And Iowa isn't even the biggest loser this year. California is losing two House Democrats with 40 years of experience each — Henry Waxman and George Miller — along with Republican House Armed Services Chairman Buck McKeon, who's been in Congress for more than two decades.

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National Security
12:30 pm
Tue April 22, 2014

Army Vs. National Guard: Who Gets Those Apache Helicopters?

An airborne Apache attack helicopter takes off above a Black Hawk helicopter from the South Carolina Army National Guard base in Eastover, S.C., in 2007. The Army is planning to move all the National Guard's Apache helicopters to the regular Army, a move opposed by many in the Guard.
Mary Ann Chastain AP

Originally published on Tue April 22, 2014 3:38 pm

For decades the National Guard has fought hard against the stereotype that it was the place to avoid the draft during the Vietnam War, or that it's a place to get college money rather than combat duty.

Guard leaders thought that after more than a decade of war in Afghanistan and Iraq they had finally earned some respect. So it was a body blow when the Army's top officer, Gen. Ray Odierno, unveiled his plan on Capitol Hill to take all of the National Guard's Apache helicopters and move them to the regular Army.

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The Two-Way
11:23 am
Tue April 22, 2014

45 People Were Shot In Chicago Over The Weekend

The Chicago skyline. The city's police chief says his officers can't keep up with the number of illegal weapons on the city's streets.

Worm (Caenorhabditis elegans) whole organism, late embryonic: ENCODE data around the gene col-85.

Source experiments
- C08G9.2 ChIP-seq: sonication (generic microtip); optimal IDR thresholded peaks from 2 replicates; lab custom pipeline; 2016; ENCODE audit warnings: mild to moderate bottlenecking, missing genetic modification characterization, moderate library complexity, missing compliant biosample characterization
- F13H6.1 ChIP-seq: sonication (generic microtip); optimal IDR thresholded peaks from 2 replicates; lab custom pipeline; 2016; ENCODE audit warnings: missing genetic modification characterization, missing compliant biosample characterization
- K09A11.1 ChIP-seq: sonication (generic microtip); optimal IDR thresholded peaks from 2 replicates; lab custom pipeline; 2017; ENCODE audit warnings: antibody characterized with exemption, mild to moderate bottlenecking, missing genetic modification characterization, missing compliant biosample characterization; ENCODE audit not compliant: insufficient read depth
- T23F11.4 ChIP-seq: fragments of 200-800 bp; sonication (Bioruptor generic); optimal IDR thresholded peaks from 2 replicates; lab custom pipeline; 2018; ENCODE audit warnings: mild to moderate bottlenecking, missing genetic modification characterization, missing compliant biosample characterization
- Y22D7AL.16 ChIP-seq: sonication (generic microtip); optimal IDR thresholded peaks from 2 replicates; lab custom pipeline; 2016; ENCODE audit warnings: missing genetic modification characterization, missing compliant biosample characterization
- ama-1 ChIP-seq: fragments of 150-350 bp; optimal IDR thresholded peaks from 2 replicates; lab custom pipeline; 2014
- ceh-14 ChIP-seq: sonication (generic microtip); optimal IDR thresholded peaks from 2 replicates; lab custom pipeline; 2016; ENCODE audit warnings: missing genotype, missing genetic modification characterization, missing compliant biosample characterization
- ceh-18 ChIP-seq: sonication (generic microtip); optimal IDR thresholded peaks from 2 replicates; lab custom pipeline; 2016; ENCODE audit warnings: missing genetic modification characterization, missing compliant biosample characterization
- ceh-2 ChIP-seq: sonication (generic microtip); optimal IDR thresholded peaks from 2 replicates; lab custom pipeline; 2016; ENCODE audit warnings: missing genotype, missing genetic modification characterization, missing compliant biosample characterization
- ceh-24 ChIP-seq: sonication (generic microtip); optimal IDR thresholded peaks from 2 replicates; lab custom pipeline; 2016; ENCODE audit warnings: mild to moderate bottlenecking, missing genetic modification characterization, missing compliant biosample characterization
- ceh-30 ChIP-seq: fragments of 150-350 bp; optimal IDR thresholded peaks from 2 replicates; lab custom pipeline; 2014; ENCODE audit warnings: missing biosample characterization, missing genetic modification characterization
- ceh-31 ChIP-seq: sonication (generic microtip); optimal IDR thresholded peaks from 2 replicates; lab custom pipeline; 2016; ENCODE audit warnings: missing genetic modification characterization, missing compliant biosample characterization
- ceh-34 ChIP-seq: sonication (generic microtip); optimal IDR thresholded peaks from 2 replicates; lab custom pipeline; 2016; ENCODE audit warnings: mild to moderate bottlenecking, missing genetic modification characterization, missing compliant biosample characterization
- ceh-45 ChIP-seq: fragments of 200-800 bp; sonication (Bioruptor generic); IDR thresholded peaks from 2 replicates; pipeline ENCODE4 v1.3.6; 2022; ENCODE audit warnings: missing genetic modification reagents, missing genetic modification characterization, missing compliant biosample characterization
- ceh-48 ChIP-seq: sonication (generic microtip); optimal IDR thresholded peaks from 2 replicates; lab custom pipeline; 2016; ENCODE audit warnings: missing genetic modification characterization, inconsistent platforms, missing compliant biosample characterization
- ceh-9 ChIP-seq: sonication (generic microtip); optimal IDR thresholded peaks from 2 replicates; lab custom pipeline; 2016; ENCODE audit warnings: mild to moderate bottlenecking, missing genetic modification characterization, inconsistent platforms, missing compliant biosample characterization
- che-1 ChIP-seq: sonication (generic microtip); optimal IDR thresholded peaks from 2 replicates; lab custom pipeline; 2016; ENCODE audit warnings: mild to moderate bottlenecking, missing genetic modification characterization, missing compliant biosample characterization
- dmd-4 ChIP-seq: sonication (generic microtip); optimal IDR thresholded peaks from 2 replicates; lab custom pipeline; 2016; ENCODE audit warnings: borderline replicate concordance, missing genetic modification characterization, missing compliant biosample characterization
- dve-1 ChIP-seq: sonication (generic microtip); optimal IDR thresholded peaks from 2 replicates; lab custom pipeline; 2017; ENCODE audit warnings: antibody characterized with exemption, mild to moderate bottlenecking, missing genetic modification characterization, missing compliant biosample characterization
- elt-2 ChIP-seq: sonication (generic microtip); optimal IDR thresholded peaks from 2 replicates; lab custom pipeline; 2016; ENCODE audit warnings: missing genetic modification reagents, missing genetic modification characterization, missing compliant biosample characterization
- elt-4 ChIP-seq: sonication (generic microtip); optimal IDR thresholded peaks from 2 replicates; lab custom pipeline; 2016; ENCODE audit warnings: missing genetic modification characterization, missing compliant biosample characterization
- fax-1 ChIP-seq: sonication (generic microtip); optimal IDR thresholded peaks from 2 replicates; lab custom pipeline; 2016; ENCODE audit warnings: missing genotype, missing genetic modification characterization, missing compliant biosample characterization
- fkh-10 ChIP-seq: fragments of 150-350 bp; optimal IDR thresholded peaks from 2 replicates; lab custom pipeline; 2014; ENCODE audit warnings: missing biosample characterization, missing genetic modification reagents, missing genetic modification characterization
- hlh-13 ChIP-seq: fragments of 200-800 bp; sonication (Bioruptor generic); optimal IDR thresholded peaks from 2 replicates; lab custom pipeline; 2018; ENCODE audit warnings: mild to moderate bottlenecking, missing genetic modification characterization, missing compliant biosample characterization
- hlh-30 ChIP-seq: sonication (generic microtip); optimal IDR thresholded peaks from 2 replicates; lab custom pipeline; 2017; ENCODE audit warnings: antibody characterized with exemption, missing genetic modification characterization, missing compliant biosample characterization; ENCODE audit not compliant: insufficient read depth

Carolyn Kaster AP

There are more data to add to Chicago's well-documented problem with gun violence.

Headlines such as this from the Chicago Sun-Times — "In violent weekend, at least 8 dead, 37 wounded in shootings across Chicago" — set us off in search of news reports after previous weekends.

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The Salt
11:20 am
Tue April 22, 2014

We Didn't Believe In 'Artisanal' Toast, Until We Made Our Own

Fire-roasted toast will satisfy the smoke fiends at the breakfast table.
Eliza Barclay/NPR

Originally published on Tue April 22, 2014 12:24 pm

Leave it to San Francisco to turn one of the simplest — and cheapest — dishes into the trendy snack du jour.

We're talking about toast.

"Artisanal" toast is made from inch-thick, snow-white or grainy slices, lathered in butter and cinnamon or peanut butter and honey, then wrapped individually in wax paper.

And you think that latte is expensive. Each one of these slices will set you back at least $3.50.

The toast craze started at an unlikely location: a modest coffee shop, called Trouble, about four blocks from San Francisco's sleepy Ocean Beach.

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Deceptive Cadence